Thursday, 11 June 2009

Roberta Lima

I spent this morning working with Roberta Lima, another of the Red Gate residents, whose work focuses on her own body, and in the past has included live and video-mediated performances that involve piercing, costume and feminist iconography. She is moving away from that kind of extreme engagement with her body (suspended by hooks in her knees, pierced by needles in her hips) but was still curious to see what might come from a brief collaboration between us. Roberta is Brazilian but is currently resident in Dublin where she is Associate Researcher at GradCam. The serendipity of finding our Irish connection made the idea of collaboration all the more necessary.

Roberta came to the performance of Dialogue in Beijing and was struck by the power of Xiao Ke on stage and by the abandon with which she could allow herself to be carried by me. I sensed that I might be able to give Roberta a taste of that experience in our working together. I could do something for her, with her, in the aesthetic frame she has established here in Beijing.

Her frame is to use a spy camera attached to her breast bone that sends images to an old analog TV that is then filmed by a digital camera. The layering of recording creates patterns of interference that are further enhanced by the very low fi reflections on the TV screen that the digital camera captures. The result is a physical experience observed at a distance, mediated in shadows, reflections, and the energy of a camera moving. Knowing about her experiments with suspension and her interest in how Xiao Ke and I worked together, I decided that I wanted to allow Roberta to experience her studio space from the different perspective of one being carried. Her initial rigidity gave way to an indulgence in the process and the resulting video material is intriguing and connects with her other work on many levels.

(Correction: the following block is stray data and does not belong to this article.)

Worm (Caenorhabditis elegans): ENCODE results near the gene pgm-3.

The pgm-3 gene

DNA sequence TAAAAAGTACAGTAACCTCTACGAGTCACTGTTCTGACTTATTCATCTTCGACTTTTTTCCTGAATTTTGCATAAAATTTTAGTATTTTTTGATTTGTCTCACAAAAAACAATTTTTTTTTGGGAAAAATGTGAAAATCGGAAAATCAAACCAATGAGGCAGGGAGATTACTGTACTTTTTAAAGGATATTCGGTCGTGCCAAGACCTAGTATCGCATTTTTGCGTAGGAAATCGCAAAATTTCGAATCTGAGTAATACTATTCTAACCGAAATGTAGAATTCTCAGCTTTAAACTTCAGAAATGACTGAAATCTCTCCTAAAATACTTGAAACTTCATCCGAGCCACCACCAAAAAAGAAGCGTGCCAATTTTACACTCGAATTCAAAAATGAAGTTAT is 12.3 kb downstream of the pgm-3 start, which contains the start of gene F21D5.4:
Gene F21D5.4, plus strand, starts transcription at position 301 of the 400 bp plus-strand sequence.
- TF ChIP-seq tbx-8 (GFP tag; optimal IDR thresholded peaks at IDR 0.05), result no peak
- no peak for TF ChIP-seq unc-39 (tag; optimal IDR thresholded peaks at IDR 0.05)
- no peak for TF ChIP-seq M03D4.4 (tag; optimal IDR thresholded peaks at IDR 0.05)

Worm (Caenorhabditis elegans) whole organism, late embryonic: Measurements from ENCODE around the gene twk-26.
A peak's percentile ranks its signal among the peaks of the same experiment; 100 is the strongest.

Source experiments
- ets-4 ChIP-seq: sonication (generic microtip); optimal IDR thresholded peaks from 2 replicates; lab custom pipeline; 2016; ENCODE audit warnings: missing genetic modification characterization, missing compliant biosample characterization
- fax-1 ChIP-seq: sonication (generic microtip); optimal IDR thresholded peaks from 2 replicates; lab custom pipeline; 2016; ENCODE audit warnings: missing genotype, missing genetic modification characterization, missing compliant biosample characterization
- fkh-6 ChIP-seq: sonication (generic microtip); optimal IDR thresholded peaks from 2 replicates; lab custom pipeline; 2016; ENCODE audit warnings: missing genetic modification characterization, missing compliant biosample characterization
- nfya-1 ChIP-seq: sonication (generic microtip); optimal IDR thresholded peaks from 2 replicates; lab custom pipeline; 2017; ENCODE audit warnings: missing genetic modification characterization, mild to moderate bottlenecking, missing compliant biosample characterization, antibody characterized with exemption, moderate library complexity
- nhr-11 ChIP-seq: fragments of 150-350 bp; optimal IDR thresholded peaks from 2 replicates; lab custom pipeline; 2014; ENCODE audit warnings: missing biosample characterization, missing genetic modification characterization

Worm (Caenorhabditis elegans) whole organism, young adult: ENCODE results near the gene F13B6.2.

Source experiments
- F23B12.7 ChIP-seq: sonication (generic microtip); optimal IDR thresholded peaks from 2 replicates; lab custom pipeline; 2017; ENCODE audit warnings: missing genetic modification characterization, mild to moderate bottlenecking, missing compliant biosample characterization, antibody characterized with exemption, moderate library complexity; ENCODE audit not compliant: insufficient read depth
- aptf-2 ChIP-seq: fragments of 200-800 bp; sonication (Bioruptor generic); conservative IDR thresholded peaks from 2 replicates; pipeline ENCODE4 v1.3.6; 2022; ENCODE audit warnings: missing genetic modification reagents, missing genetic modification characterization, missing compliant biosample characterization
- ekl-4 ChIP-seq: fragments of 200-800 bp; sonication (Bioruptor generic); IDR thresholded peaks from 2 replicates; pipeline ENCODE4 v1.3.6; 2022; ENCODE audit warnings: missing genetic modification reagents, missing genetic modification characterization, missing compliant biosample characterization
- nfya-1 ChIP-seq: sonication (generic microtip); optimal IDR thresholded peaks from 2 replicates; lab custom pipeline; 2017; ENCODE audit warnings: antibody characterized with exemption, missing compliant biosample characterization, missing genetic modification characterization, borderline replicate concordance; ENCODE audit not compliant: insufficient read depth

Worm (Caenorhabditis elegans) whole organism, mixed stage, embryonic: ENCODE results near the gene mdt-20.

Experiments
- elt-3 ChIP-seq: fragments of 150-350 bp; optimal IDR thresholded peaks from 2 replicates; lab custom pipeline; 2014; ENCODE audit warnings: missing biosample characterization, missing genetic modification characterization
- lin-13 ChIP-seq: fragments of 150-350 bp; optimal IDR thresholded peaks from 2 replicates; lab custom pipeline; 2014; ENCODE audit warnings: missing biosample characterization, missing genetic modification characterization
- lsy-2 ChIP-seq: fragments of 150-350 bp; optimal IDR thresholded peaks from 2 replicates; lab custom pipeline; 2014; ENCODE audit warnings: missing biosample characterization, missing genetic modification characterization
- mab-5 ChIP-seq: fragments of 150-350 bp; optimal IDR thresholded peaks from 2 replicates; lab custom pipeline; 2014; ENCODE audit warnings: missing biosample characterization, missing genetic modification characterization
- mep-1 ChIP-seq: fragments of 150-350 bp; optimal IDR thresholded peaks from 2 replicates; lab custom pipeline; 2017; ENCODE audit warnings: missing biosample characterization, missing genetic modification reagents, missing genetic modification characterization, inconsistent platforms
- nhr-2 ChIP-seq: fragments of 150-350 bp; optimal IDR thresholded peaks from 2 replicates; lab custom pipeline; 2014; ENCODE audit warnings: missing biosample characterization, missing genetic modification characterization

We then taped the camera to my chest and, while Roberta read an article she’d written on her work, I allowed the energy and content of her speech to suggest movement to me.

In fact the movement was restricted by the camera cables attached to my body – umbilical chord and fetters.

But I’m intrigued by some of the photos that came from the experiment and the relationship that exists between the woman who sits reading from a laptop on the stairs and the man wrapped in wire that writhes in below her. The camera quickly detached itself from my chest so I ended up holding it there in a gesture that had a strong emotional colour I found difficult to circumvent. What stands out in the photos are the inadvertent resonances between Roberta’s gestures and mine, so that some unchoreographed physical communication passes between us, even as her words dominate the space.

Of course, Roberta trained as an architect and later became and artist, so her sense of space and its meanings is acute. Serendipity! -which reminds me that Stefan Lewandowski is doing some research on serendipity or happenstance for his Clore Leadership Fellowship. His notes from an interview with Charles Hunter were stimulating, particularly the observation that
Openness to serendipity enables serendipity